DSH indicates deliberate self-harm; RD, risk difference. The dotted line indicates the strength of confounding implied if true RD is 2 attempts per 1000. The shaded area indicates the strength of confounding implied if the true risk difference is null or protective.
eTable 1. Propensity Score Model Odds Ratios, Ages 10-24 Years
eTable 2. Propensity Score Model Odds Ratios, Ages 25-64 Years
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Miller M, Swanson SA, Azrael D, Pate V, Stürmer T. Antidepressant Dose, Age, and the Risk of Deliberate Self-harm. JAMA Intern Med. 2014;174(6):899–909. doi:10.1001/jamainternmed.2014.1053
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A comprehensive meta-analysis of randomized trial data suggests that suicidal behavior is twice as likely when children and young adults are randomized to antidepressants compared with when they are randomized to placebo. Drug-related risk was not elevated for adults older than 24 years. To our knowledge, no study to date has examined whether the risk of suicidal behavior is related to antidepressant dose, and if so, whether risk depends on a patient’s age.
To assess the risk of deliberate self-harm by antidepressant dose, by age group.
Design, Setting, and Participants
This was a propensity score–matched cohort study using population-based health care utilization data from 162 625 US residents with depression ages 10 to 64 years who initiated antidepressant therapy with selective serotonin reuptake inhibitors at modal or at higher than modal doses from January 1, 1998, through December 31, 2010.
Main Outcomes and Measures
International Classification of Diseases, Ninth Revision (ICD-9) external cause of injury codes E950.x-E958.x (deliberate self-harm).
The rate of deliberate self-harm among children and adults 24 years of age or younger who initiated high-dose therapy was approximately twice as high as among matched patients initiating modal-dose therapy (hazard ratio [HR], 2.2 [95% CI, 1.6-3.0]), corresponding to approximately 1 additional event for every 150 such patients treated with high-dose (instead of modal-dose) therapy. For adults 25 to 64 years of age, the absolute risk of suicidal behavior was far lower and the effective risk difference null (HR, 1.2 [95% CI, 0.8-1.9]).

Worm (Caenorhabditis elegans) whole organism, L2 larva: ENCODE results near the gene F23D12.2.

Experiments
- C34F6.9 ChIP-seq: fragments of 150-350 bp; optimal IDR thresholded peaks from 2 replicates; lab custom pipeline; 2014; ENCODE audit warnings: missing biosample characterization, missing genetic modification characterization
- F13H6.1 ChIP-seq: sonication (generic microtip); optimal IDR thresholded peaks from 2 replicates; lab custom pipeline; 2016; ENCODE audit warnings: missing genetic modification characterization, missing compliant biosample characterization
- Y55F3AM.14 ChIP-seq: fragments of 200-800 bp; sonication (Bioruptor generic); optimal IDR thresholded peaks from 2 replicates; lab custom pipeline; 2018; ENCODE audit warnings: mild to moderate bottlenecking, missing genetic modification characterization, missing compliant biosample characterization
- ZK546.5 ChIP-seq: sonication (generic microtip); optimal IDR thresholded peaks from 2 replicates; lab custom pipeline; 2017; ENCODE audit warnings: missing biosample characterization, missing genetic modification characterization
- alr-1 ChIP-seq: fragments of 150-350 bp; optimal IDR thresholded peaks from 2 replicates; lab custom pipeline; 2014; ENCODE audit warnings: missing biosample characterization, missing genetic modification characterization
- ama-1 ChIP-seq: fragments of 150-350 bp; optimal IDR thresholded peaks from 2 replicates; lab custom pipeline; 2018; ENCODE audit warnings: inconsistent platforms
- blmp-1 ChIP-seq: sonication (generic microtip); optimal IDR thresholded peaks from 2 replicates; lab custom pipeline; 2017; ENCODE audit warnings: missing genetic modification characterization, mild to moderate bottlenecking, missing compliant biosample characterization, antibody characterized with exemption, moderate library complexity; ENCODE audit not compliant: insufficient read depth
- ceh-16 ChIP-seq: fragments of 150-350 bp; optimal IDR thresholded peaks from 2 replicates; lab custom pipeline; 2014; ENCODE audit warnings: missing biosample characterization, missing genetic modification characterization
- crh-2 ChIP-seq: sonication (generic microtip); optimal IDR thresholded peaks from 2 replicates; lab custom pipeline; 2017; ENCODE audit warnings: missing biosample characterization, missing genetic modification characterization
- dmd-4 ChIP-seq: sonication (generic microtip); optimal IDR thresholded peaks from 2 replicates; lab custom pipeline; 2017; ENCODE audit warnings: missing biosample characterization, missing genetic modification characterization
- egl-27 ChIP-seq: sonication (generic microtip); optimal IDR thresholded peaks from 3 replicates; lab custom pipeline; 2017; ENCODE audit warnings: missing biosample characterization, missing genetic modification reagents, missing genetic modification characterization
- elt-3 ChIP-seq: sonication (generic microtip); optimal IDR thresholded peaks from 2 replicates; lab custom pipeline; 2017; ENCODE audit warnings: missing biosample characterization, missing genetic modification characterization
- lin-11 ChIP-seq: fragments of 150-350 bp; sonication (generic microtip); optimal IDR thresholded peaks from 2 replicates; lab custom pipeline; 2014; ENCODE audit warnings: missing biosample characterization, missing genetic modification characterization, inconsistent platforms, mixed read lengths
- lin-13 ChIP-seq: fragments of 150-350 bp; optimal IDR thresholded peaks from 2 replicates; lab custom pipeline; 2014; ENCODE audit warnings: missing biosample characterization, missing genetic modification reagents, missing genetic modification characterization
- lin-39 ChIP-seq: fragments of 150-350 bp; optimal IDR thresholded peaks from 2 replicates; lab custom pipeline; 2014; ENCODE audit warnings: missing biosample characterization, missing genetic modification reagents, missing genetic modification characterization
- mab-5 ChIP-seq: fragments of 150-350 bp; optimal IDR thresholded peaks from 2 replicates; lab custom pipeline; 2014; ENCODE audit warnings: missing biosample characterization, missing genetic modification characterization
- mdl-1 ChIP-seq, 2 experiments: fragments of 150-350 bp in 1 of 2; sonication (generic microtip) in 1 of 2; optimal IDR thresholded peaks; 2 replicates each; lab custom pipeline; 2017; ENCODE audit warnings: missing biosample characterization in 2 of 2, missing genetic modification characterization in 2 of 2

Conclusions and Relevance
Children and young adults initiating therapy with antidepressants at high-therapeutic (rather than modal-therapeutic) doses seem to be at heightened risk of deliberate self-harm. Considered in light of recent meta-analyses concluding that the efficacy of antidepressant therapy for youth seems to be modest, and separate evidence that antidepressant dose is generally unrelated to therapeutic efficacy, our findings offer clinicians an additional incentive to avoid initiating pharmacotherapy at high-therapeutic doses and to closely monitor patients starting antidepressants, especially youth, for several months.
Quiz Ref IDThe US Food and Drug Administration’s (FDA) meta-analysis of antidepressant trials found that children randomized to receive antidepressants had twice the rate of suicidal ideation and behavior compared with children who received placebo.1 Meta-analysis of adult placebo-controlled trials found that participants 18 to 24 years of age randomized to receive antidepressants were at elevated risk of suicidal thoughts and behavior, those 25 to 64 years of age were at equal risk, and those 65 years or older were at lower risk.2
Nonrandomized studies can address some of the limitations of existing randomized antidepressant trials, including their short duration, the small number of suicide-related events observed, the homogeneity of participants, and the different antidepressant types and doses administered across trials. Nonrandomized studies, however, require careful consideration of confounding, especially with respect to the indication for using antidepressants in the first place.3-8 To minimize such confounding, rigorous observational studies have focused on treatment initiation9 and avoided nonuser comparison groups.10,11 In addition, because suicide attempts may lead clinicians to prescribe antidepressants, careful research has eschewed before vs after study designs and instead focused on whether deliberate self-harm (DSH) differs across antidepressant classes and agents. In general, these studies have reported either no evidence of differential risk across class or agent, or small and inconsistent differences.12-19